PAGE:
Don't you see them in every single pharmacy and grocery store you ever enter? I sure do.

Edmonton, here. I spotted one in a Sobeys after reading the comic, so they're clearly around, but I have a hard time imagining them being at all common. It's literally never come up.

odd that they are so rare in parts of Canada, but in the UK EVERYONE has one.

bmonk
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bigjeff5 wrote:Right, just so everyone who didn't know about Zeno understands, he was a greek philosopher back before most of the mathematical ideas relating to infinity were worked out. Also, in this time period the validity of a logical argument tended to be considered more important than the correctness of the argument. Experiments were discouraged, while pure reasoning was encouraged.

. . .

Honestly, it's probably the most embarrassing thought problem to ever come out of ancient Greece, since it was so obviously false you wouldn't even need to conduct a demonstration to prove it. The simple fact of walking from one place to the next proves it false, so the fact that Zeno used it to argue the idea of "The One" is just a sad missed opportunity to figure out why the world doesn't work the way he expected it to. . . .

Furthermore, in the modern version, if you take a line of boys on one side of the gym, and an equal line of girls on the other side, and at the end of each minute blow a whistle that allows the kids to walk halfway to the center--in theory they will never reach the center, but after about 20 minutes they will be close enough "for all practical purposes".
Having become a Wizard on n.p. 2183, the Yellow Piggy retroactively appointed his honorable self a Temporal Wizardly Piggy on n.p.1488, not to be effective until n.p. 2183, thereby avoiding a partial temporal paradox. Since he couldn't afford two philosophical PhDs to rule on the title.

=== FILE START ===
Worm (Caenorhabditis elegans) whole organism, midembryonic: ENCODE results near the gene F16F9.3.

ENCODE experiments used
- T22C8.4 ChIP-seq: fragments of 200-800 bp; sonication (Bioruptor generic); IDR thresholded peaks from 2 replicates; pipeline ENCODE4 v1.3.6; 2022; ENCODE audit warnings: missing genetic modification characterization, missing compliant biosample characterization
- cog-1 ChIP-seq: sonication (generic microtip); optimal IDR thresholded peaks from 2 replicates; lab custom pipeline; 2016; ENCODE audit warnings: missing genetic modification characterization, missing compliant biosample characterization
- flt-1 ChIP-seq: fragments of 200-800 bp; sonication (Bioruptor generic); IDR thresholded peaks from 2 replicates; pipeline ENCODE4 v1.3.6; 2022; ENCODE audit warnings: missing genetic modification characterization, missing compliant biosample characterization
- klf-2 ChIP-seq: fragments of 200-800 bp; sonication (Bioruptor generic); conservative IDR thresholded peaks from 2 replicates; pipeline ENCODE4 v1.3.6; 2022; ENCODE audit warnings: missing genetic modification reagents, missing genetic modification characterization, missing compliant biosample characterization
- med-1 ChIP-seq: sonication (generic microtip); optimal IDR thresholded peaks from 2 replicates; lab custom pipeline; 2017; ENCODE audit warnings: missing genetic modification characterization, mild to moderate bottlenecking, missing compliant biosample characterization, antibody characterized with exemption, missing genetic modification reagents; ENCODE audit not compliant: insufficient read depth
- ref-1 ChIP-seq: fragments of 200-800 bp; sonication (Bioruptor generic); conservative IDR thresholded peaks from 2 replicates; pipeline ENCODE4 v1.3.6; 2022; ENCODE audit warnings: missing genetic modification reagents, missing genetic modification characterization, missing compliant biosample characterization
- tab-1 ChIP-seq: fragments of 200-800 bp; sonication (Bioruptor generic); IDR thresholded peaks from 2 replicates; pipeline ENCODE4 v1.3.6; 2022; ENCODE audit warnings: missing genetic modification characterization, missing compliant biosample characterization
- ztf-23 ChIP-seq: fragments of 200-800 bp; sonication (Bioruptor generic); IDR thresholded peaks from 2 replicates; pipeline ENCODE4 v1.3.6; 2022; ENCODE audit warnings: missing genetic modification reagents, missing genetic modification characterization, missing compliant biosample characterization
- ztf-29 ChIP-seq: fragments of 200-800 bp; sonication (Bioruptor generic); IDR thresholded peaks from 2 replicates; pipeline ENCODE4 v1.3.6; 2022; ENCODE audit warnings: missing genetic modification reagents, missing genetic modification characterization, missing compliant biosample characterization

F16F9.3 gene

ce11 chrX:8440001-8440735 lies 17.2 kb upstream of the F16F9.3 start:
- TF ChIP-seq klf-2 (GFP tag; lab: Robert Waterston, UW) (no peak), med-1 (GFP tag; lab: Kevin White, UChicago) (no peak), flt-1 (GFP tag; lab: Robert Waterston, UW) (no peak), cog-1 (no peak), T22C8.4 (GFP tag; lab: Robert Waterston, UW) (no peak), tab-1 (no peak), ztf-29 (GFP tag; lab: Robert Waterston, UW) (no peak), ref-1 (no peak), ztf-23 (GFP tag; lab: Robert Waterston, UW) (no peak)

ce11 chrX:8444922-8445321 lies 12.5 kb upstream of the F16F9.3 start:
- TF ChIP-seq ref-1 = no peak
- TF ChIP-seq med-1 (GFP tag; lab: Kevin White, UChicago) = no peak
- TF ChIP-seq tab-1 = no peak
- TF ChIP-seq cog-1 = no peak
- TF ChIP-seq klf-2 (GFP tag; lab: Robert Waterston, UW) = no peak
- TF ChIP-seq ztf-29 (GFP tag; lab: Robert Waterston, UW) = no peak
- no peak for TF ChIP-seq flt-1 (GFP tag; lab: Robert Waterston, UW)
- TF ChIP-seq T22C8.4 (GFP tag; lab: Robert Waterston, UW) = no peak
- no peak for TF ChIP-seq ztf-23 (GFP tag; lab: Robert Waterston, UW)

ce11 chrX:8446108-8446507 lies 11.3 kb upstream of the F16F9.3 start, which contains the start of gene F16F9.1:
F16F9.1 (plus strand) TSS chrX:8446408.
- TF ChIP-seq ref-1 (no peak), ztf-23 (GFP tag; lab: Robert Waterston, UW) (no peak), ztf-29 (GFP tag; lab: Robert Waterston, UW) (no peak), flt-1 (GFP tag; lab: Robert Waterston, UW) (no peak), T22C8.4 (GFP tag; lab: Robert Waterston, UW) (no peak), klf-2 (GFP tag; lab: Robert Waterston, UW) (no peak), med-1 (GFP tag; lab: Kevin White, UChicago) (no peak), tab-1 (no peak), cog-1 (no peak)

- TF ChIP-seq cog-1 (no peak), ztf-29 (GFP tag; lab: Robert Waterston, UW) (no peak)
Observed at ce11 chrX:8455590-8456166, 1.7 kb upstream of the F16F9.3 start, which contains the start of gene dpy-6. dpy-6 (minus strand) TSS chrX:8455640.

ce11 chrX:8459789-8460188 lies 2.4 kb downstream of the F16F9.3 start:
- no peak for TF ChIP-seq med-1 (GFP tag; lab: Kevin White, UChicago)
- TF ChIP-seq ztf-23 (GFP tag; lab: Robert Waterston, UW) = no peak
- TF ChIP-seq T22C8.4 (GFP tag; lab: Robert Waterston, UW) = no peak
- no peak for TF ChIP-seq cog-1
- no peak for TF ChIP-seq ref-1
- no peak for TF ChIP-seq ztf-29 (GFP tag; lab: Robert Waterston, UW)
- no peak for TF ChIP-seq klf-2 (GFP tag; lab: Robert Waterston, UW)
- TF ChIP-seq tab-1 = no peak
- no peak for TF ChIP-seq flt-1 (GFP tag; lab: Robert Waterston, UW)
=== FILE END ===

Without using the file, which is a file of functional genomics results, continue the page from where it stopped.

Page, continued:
keithl
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Space Elevators? Planck Time? Oh come now, you would be thwarted by special relativity before encountering either! If the squares are 3 centimeters apart, then when you are only 10 rows below the last full row shown, between 153.5 and 76.7 picoseconds before midnight, your hand will need to move at 1.3 times the speed of light. A few squares before that, the gravity waves from the extreme acceleration and deceleration of your hand would melt the chocolate. And given time zones and the international date line, some clown in New Zealand could destroy the planet (with an increasingly dense stream of mouthbound chocolate creating a black hole) before you finished the first row.

bigjeff5
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bigjeff5 wrote:so you can't be too hard on the guy

But YOU can be. You seem to have missed the entire point of a paradox. A series of statements that are acknowledged as true leading to a contradiction or impossibility.
Zeno was undoubtedly of great intelligence.
Far from being the most embarrassing problem, it was perhaps one of the most thought provoking, encouraging contemplation of infinitude and limits.

You seemed to have missed where the embarrassment comes from, and I don't think I made it very clear, which I apologize for.

Instead of exploring the implications of the fact that his logic, which was valid, did not match reality, which proved his conclusions incorrect, Zeno used this and several other similar paradoxes to argue what amounts to a religious belief.

It was a serious missed opportunity, that was saved by the fact that other philosophers were forced to form logical refutations of the paradox due to the heavy emphasis on logical argument at the time.

Again, the embarrassment isn't the paradox, it's a great logical conundrum. The embarrassment is what he was using them to argue for, which had scant evidence to support it. It's somewhat understandable though, because at the time physical evidence was not highly regarded among philosophers.

danicastone